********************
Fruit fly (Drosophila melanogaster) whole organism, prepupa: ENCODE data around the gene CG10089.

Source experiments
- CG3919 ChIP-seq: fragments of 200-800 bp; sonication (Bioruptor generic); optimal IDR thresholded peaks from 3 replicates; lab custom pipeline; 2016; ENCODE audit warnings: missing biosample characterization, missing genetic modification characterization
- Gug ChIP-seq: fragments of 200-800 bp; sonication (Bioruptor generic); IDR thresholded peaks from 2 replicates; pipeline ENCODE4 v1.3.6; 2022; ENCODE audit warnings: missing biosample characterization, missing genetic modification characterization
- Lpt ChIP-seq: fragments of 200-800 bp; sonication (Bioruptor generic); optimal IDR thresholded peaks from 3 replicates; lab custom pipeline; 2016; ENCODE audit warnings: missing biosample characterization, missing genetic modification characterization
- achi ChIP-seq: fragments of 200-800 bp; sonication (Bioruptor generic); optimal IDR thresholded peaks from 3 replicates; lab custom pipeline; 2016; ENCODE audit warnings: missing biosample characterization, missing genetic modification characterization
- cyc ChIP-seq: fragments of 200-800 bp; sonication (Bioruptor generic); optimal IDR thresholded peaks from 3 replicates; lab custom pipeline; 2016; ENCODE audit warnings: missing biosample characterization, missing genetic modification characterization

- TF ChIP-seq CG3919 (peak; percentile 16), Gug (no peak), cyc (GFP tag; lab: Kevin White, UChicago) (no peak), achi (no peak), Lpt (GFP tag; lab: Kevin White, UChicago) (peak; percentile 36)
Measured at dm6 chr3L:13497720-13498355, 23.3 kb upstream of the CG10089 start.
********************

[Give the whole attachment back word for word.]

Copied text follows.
Fruit fly (Drosophila melanogaster) whole organism, prepupa: ENCODE data around the gene CG10089.

Source experiments
- CG3919 ChIP-seq: fragments of 200-800 bp; sonication (Bioruptor generic); optimal IDR thresholded peaks from 3 replicates; lab custom pipeline; 2016; ENCODE audit warnings: missing biosample characterization, missing genetic modification characterization
- Gug ChIP-seq: fragments of 200-800 bp; sonication (Bioruptor generic); IDR thresholded peaks from 2 replicates; pipeline ENCODE4 v1.3.6; 2022; ENCODE audit warnings: missing biosample characterization, missing genetic modification characterization
- Lpt ChIP-seq: fragments of 200-800 bp; sonication (Bioruptor generic); optimal IDR thresholded peaks from 3 replicates; lab custom pipeline; 2016; ENCODE audit warnings: missing biosample characterization, missing genetic modification characterization
- achi ChIP-seq: fragments of 200-800 bp; sonication (Bioruptor generic); optimal IDR thresholded peaks from 3 replicates; lab custom pipeline; 2016; ENCODE audit warnings: missing biosample characterization, missing genetic modification characterization
- cyc ChIP-seq: fragments of 200-800 bp; sonication (Bioruptor generic); optimal IDR thresholded peaks from 3 replicates; lab custom pipeline; 2016; ENCODE audit warnings: missing biosample characterization, missing genetic modification characterization

- TF ChIP-seq CG3919 (peak; percentile 16), Gug (no peak), cyc (GFP tag; lab: Kevin White, UChicago) (no peak), achi (no peak), Lpt (GFP tag; lab: Kevin White, UChicago) (peak; percentile 36)
Measured at dm6 chr3L:13497720-13498355, 23.3 kb upstream of the CG10089 start.